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Seattle Fire Trucks Are Deteriorating Too Fast for Repairs

Since 2016, there’s been more than a 50 percent increase in Fire Department vehicles being pulled from service due to breakdowns or malfunctions. Currently, 45 percent of the department’s fire engines are older than 15 years.

In 2022, firefighters aboard one of the Seattle Fire Department's ladder trucks noticed something felt funny in the vehicle's articulation. When maintenance crews took a closer look, they saw the fifth wheel bearing — a tree-trunk-sized metal disc that allows the long trucks to bend in half around tight city curves — had not been greased in some time. The resulting damage was significant enough that the truck would have to be sidelined in the city's maintenance facility for extensive and expensive repairs.

Regular preventive maintenance like greasing a bearing is one of many tasks a city mechanic would carry out when a ladder truck comes in, but in recent years, such routine inspections have lagged. Staff shortages, supply chain backlogs, increased call volumes, a budget squeeze and an aging fleet all mean the city's ability to be proactive about its fire equipment is hobbled.

As a result, the Seattle Fire Department has seen a more than 50 percent increase since 2016 in vehicles being pulled from service due to breakdowns or malfunctions. It has complicated the logistics and lengthened the timelines of emergency response. Vehicles typically reserved for training exercises are substituted in and trucks due for preventive work go without, creating a sort of negative feedback loop.

"I hate to use the term perfect storm, but it's kind of like that," said Chris Wiley, the city of Seattle's fleet director.

Vehicles breaking down means new rigs have to be swapped, an hourslong process that entails moving equipment, driving between stations and dropping off the broken truck.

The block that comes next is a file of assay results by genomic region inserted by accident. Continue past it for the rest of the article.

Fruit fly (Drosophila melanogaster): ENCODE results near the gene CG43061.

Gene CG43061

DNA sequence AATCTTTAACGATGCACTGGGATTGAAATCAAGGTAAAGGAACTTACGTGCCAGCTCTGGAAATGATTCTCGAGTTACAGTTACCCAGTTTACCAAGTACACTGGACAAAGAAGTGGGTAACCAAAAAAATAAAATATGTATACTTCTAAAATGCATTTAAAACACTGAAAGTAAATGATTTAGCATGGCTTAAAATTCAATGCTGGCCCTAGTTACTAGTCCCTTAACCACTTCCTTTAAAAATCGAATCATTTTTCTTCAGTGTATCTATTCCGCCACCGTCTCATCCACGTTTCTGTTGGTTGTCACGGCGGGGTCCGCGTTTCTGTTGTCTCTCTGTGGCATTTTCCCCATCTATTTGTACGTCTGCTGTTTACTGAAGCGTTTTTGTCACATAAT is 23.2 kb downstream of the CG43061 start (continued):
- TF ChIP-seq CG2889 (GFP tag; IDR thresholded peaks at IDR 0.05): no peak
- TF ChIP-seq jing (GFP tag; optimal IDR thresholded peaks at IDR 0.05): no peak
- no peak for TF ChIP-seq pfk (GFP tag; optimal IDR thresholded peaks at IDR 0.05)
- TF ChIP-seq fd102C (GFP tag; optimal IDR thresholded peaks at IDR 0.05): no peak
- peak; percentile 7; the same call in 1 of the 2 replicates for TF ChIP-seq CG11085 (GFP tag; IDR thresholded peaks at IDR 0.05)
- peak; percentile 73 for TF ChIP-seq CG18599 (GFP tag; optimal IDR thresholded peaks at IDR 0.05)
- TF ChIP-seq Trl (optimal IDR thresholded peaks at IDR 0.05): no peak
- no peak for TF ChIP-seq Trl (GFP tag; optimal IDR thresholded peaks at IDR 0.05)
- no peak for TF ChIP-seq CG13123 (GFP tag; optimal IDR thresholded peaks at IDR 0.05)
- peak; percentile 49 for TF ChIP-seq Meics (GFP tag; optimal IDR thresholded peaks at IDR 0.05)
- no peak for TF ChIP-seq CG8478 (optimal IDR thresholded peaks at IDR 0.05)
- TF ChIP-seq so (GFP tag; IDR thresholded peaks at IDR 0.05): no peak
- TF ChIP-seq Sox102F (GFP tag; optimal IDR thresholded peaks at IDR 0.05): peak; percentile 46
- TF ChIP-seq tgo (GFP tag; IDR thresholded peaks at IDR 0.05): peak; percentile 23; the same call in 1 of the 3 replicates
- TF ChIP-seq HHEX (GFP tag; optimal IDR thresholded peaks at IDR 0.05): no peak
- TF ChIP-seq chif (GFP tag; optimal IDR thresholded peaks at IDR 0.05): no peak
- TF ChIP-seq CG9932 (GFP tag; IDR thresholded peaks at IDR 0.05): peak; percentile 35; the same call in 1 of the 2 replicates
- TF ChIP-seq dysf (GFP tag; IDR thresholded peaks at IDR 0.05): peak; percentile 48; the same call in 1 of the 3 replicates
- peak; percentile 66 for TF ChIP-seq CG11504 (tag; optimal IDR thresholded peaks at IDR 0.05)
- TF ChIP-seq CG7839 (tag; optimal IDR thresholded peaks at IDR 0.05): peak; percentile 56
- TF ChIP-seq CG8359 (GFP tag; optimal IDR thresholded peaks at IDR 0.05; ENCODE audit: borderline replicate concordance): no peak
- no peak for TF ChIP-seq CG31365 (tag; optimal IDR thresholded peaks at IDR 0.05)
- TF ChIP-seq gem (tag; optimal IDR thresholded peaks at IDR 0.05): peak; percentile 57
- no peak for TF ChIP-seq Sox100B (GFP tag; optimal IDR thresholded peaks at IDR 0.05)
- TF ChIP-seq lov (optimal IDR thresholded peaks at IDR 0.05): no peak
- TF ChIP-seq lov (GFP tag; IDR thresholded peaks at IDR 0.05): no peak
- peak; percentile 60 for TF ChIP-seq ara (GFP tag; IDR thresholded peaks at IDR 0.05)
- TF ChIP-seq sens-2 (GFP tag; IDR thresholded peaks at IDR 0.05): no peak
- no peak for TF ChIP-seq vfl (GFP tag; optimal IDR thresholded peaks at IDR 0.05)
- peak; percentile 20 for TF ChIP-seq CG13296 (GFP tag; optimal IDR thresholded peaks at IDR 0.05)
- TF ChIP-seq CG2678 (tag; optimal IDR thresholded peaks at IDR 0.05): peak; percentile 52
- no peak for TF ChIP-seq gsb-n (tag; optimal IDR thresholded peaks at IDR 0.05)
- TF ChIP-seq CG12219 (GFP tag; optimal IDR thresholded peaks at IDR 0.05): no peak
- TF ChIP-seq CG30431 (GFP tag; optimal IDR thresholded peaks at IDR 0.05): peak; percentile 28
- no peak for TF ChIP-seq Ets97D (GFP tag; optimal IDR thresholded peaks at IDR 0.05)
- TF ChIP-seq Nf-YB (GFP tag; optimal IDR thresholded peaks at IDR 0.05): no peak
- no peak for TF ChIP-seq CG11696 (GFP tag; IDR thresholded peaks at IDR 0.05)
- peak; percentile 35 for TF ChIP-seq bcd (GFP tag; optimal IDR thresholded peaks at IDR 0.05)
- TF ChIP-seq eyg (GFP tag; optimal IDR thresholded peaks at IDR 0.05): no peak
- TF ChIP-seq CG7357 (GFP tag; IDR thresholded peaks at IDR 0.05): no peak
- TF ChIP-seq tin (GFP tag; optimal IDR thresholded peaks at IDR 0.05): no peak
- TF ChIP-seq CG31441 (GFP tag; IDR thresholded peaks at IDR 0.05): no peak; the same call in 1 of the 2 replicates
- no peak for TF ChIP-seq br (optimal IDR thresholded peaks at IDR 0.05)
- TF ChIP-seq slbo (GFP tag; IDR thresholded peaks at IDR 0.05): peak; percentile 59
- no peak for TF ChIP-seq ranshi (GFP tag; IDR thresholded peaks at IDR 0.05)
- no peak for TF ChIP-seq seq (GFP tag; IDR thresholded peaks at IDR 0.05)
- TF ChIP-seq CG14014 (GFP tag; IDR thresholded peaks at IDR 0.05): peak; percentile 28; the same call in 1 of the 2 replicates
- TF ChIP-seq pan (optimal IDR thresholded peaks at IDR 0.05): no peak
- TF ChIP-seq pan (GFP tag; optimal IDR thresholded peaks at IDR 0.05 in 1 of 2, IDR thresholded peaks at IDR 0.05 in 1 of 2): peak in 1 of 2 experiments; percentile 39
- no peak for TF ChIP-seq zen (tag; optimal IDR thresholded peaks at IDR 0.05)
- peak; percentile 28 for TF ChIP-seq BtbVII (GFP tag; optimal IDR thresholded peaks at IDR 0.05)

"In that respect, it does impact our ability to respond," said Chris Lombard, assistant chief with the Seattle Fire Department.

Officials with the city's finance department have been raising the alarm about the state of the Fire Department's fleet since at least 2022. The department's former director, Calvin Goings, pushed the city's budget office for money to hire more mechanics, according to records received through a public disclosure request, but was rebuffed amid a looming — and still unresolved — budget crisis.

"Unfortunately, failures like this will continue until the Fire Garage can get in front of the preventative maintenance intervals," he wrote to Seattle Fire Department staff at the time.

Last year, 80 percent of the work done on Seattle Fire Department vehicles was repairs, while just 20 percent was preventive maintenance. That's well off the city's goal of 40 percent repairs and 60 percent maintenance.

The gold standard of preventive maintenance is once every six months; last year, just half of the Fire Department's fire engines and 18 percent of its ladder trucks received one checkup in 2023.

That lagging maintenance is a particular problem because the Fire Department's fleet is creeping beyond the industry's standard life span of 12 to 15 years old. Currently, 41 percent of ladder trucks and 45 percent of fire engines are older than 15 years.

Backlogs in deliveries for new trucks mean many of those will go to 20 years and beyond.

It used to take a year to replace a truck. Now, said Lombard, it's 54 months for a ladder truck — 4.5 years. Like the ferry system, the result is crews finding ways to stretch the life span of what they currently have.